Media Contact
Rich Batten
Colorado Department of Human Services
Maggie Spain
The Bawmann Group

January 31, 2010

Looking Beyond the Heart-Shaped Candies: The Importance of Fathers in the Development of their Daughters

Hallmark stores are awash in red and ads encouraging men to buy necklaces, bracelets and earrings are bombarding the airwaves. Valentine’s Day is upon us. But instead of just focusing on remembering to buy the perfect gift, this time of year provides a great opportunity for fathers to reconnect with their daughters.

“Fathers play a crucial role in the development of their daughters,” said Rich Batten, fatherhood and family specialist with the Colorado Department of Human Services. “National data has shown that women who grow up without fathers in their lives are more likely to have a child before the age of 18 and be less likely to commit to long-term relationships. By giving their daughters their time, encouragement and support, fathers can help them set the tone for their relationships and professional success later in life.”

Relating to young girls may not feel natural to many dads, but an encouraging masculine approach can benefit their daughters in many ways. According to the National Center for Fathering, there are five key things that daughters need from their fathers to thrive.

COMFORT. Moms are great at giving comfort, but daughters need it from their fathers as well. The ability to comfort can be a huge asset to a father’s relationship with his daughter. Dads can start building a foundation for that acceptance and comfort with their daughters by working on these three areas:

1. Allow her to express her feelings. It may sound obvious, but too few daughters feel an open acceptance from their dads. Your daughter needs freedom to express what she’s thinking, all the while knowing that you will respond calmly and not overreact, even when she has made a mistake.

2. Actively listen to her. Allowing your daughter to express herself won’t make a difference if you don’t make the effort to draw her out, read her body language and keep listening for the heart of her concern.

3. Respond with empathy. It’s often a dad’s first reaction to try to fix the problem or launch into a lecture to make sure his daughter has learned her lesson. But what she really needs is empathy. Simply express sadness or concern for what she is going through. It lets her know you are there for her and it will better prepare you to take action, if needed, to help your daughter.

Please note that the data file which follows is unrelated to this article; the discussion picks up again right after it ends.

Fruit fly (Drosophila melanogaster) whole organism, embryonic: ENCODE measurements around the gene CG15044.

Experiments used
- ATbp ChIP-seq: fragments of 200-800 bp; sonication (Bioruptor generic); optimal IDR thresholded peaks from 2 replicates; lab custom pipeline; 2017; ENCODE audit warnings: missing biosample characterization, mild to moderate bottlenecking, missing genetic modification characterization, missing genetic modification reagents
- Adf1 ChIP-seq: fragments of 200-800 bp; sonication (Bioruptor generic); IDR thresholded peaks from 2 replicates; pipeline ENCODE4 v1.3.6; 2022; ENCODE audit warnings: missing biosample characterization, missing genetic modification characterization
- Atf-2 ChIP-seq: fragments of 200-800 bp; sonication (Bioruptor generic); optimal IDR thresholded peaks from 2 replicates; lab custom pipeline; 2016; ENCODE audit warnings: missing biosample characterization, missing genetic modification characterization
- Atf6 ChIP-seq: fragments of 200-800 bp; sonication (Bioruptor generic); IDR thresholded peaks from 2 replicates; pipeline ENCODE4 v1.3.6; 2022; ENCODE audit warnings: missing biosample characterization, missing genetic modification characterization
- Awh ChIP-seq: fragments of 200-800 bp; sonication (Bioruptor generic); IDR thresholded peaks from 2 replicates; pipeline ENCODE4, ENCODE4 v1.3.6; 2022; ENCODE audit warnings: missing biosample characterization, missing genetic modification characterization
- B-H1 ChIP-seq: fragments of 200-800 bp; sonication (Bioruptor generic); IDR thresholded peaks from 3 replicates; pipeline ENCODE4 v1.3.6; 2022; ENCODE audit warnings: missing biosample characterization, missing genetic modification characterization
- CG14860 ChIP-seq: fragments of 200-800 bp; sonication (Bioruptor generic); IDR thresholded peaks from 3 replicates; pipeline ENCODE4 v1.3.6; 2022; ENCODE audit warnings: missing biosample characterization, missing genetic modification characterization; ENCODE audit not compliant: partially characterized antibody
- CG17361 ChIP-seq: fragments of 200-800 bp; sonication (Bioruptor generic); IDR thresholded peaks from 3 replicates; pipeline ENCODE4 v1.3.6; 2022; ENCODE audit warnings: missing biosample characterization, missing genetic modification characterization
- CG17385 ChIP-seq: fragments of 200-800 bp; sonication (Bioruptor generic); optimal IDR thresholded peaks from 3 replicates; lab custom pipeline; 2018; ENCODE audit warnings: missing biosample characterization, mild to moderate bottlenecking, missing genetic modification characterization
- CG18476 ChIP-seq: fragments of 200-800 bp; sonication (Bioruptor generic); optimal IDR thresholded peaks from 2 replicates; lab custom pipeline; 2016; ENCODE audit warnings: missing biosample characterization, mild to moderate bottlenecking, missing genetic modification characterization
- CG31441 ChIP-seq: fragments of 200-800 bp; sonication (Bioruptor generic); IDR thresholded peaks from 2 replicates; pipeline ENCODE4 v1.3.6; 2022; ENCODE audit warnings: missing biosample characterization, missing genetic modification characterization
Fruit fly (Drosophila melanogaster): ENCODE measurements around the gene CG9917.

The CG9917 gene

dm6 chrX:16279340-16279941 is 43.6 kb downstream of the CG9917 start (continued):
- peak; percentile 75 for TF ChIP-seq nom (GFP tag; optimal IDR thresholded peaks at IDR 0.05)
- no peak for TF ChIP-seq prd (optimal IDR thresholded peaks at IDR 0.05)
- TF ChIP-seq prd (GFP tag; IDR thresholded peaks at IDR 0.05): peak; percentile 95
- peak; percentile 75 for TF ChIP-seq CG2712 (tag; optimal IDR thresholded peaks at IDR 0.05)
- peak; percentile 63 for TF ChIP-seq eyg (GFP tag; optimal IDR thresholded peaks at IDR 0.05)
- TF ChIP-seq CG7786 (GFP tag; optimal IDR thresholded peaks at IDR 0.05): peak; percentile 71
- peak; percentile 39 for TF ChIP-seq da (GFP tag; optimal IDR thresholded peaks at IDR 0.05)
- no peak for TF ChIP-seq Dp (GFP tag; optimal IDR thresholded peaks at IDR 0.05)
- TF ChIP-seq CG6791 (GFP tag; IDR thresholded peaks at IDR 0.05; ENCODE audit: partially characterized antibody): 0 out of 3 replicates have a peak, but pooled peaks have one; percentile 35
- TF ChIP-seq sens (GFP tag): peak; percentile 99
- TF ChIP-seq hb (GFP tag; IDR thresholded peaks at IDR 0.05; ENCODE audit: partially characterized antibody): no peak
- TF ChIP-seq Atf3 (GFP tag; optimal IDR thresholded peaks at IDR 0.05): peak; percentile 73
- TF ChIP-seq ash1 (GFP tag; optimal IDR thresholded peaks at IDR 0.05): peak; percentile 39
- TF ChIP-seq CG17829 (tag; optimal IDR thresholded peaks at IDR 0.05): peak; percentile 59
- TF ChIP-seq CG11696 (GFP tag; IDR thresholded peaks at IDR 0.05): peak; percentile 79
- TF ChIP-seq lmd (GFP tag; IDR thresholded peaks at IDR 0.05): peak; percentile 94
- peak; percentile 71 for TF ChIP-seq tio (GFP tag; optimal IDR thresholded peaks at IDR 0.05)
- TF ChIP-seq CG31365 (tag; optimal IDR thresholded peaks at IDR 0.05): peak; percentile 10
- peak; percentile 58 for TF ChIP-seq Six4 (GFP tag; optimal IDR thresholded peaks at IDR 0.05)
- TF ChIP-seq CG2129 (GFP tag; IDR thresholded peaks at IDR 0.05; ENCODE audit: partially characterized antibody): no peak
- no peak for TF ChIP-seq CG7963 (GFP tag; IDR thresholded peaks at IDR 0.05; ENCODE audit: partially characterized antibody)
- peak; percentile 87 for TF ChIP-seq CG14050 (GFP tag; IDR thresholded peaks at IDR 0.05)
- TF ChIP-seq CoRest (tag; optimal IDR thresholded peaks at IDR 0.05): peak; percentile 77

As a girl matures, she comes to some significant crossroads. Fathers might tend to think more about guiding their sons and letting mom have those important talks with their daughters. But girls need their dad’s perspective as well.

Guiding means understanding what’s right in our culture. Young women are under a lot of pressure to look, act and be a certain way. You can help guide your daughter in the right direction by encouraging her to be herself.

Fathers can also guide their daughters through teaching. That doesn’t mean that lecturing is a good idea. Instead, be actively involved in helping her learn—accompanying her and helping her with her activities.

ENCOURAGEMENT. When it comes to a girl’s self-image, dads are a huge influence—and it goes deeper than appearance. Girls feel pressure to be smart, thin, pretty and involved in certain activities. Dads have the ability to make their daughters feel beautiful, inside and out.

Be comfortable affirming your daughter verbally. Compliment character qualities like a sense of humor, loyalty and intelligence. Most of all, make it clear that, even without those features, you’d still love her just as much.

Get involved in her activities. Show that she is worth investing your time and energy. Spend time just hanging out together.

Demonstrate confidence in her abilities. If your daughter knows that you think of her as a future achiever, that can change her whole outlook on the future.

VISION. Vision has to do with the attitudes a dad conveys about who his daughter is and what she can become. If a father is negative or even uncertain about his daughter’s future, that can be devastating.

In many little ways, daughters are asking their fathers, “What am I good at, dad? What do you see in me?” You need to be ready with words of hope and promise.

PROTECTION. Dads typically think of protection as defending their daughters’ physical safety, but there are also emotional and moral dangers out there. Be aware of and try to prevent the many different situations that could threaten your daughter, but also prepare her to handle dangerous situations on her own. You can talk through scenarios and help her think through appropriate responses—whether it’s calling 9-1-1 or how to say no in an uncomfortable situation.

In October 2006, the Colorado Department of Human Services, Colorado Works Division was awarded a $10 million federal grant over five years to strengthen father/child relationships and improve parenting. Colorado is one of two locations nationwide, including Washington, D.C., to receive this federal community access grant. The Responsible Fatherhood Initiative distributes more than $1.1 million in community awards to State, community and faith based organizations to assist in providing direct services to fathers and families. Awards of up to $50,000 are distributed per program per fiscal year. For more information on a fatherhood program in your community, please visit